* The more I thought about this last week, the angrier I became, so I made it my syndicated newspaper column…
I was talking to my mom on the phone last week, and just as I was about to hang up she stopped me short and insisted that we talk about Gov. Pat Quinn’s bigtime raises to his top staff.
If you’ve missed the story, Quinn gave out raises of as much as 20 percent to his senior staff, while those same people were busily cutting everybody else’s budgets and devising tax-increase strategies.
Unlike the state’s mind-boggling $13 billion budget deficit, this is a very easy issue to understand for people who don’t pay close attention to politics.
My mother does follow Illinois politics quite a bit, however, and she appears to be just as incensed about the immorality of handing out selective pay raises during one of the worst fiscal crises in history as she is about the abject political stupidity of Quinn’s decision.
He’s brought it all on himself. “The bottom line is shared sacrifice in tough times,” Quinn told the Daily Herald last spring. “That’s what Americans do.”
Quinn has uttered that “shared sacrifice” line countless times this year as he’s pushed an austere budget and proposed a tax increase. But the complete, utter hypocrisy of calling for “shared sacrifice” from taxpayers, state employees and government vendors on the one hand while dishing out huge pay hikes for his top aides on the other makes me ill.
This is just an incredibly stupid thing to do on almost all possible levels.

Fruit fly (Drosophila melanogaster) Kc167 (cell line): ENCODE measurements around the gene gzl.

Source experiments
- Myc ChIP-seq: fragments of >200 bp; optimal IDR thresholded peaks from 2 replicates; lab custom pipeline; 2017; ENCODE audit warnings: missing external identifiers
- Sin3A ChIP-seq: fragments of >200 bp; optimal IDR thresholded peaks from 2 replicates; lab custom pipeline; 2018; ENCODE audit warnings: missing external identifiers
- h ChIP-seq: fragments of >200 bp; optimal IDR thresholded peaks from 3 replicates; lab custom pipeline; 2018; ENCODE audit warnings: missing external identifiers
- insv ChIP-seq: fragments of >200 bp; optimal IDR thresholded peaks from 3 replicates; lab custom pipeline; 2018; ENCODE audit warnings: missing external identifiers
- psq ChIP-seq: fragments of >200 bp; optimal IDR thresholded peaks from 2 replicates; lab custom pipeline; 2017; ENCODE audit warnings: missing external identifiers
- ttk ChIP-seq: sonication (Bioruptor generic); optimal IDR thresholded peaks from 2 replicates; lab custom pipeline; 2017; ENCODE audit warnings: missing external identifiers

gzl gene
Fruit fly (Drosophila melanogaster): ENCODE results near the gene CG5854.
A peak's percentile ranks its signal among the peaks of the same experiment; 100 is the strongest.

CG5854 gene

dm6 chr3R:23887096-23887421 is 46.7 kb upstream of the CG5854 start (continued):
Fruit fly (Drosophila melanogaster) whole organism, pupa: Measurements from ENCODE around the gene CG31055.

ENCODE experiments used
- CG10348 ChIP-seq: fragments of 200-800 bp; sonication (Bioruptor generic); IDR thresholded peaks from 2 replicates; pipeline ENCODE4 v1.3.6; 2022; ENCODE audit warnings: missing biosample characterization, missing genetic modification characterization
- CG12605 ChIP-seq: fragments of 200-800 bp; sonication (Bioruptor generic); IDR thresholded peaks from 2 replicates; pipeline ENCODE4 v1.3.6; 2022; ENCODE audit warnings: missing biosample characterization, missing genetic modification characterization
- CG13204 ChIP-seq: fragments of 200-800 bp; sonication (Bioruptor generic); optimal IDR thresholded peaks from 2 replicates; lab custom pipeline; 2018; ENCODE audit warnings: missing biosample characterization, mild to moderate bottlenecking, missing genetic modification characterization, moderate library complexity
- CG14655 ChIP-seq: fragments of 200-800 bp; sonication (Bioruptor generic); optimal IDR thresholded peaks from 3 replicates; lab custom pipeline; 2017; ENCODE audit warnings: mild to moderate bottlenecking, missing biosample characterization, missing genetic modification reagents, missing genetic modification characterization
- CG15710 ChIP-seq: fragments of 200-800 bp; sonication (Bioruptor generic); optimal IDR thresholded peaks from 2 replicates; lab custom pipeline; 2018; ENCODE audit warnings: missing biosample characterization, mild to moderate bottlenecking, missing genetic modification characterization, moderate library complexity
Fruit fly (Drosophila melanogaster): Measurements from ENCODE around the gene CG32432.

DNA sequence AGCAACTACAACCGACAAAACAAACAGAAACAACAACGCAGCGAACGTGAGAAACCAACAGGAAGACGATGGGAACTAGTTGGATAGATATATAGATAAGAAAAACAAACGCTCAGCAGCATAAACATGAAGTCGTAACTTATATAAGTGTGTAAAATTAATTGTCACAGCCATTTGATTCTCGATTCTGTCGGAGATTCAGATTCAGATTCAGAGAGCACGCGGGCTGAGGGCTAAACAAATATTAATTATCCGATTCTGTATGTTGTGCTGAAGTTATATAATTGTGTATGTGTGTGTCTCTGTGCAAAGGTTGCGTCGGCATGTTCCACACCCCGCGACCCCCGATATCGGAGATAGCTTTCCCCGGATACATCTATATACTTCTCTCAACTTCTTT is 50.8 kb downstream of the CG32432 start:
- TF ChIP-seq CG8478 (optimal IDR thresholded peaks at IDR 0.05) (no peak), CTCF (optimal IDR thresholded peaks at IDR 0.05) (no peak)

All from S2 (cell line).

I happen to respect Quinn’s budget director, David Vaught. He has an impossible, maddening job right now. But he should’ve known better than to accept a 20 percent pay raise while he was slashing state budgets. And Quinn, who has billed himself as “Mr. Populist” for as long as he’s been involved in politics, should’ve known better than to offer Vaught that raise.
The problem here is that this governor has great difficulty applying to his office the same lessons he’s preached to others. For instance, Quinn is in the process of drastically scaling back mobile phone usage by state employees, but his top aides still use the state’s fleet of turboprop planes.
The governor has bragged about reducing the state’s payroll, but almost all of the high-level officials he’s let go have been provided with golden parachutes.
As for himself, the governor has turned down a salary increase, often pays his own way when he travels, lives frugally, and is definitely no strutting peacock. You won’t see Quinn spending hundreds of thousands of dollars on new suits and ties like Rod Blagojevich did, or jetting off for Jamaica vacations with millionaire pals like George Ryan did.
Quinn mostly lives what he preaches. And it’s admirable that, as an employer, he wants to take care of “his people.” Plus, the amount of money we’re talking about is just a drop in the ocean of red ink flooding the state.
But the governor needs to somehow come to the realization that the pain he is inflicting via his budget and his other actions is all too real for hundreds of thousands of people who aren’t privileged enough to reside within his inner circle. Services for the mentally ill, seniors and countless others are being wiped out right now. Vendors are going out of business because the state is paying them so late. Nonunion state employees are forced to take furloughs and haven’t had a pay hike in years. Even unionized state workers agreed to delay half of their pay raises this year.
You cannot morally demand austerity from the masses while protecting your friends from harsh realities. It is thoroughly repugnant. And it must end.
* ADDED: Could The Treasury Save Our State? - University of California-Berkeley law professor Christopher Edley has proposed a novel solution to the budget crises in Illinois and elsewhere: let cash-strapped states borrow from the U.S. Treasury.
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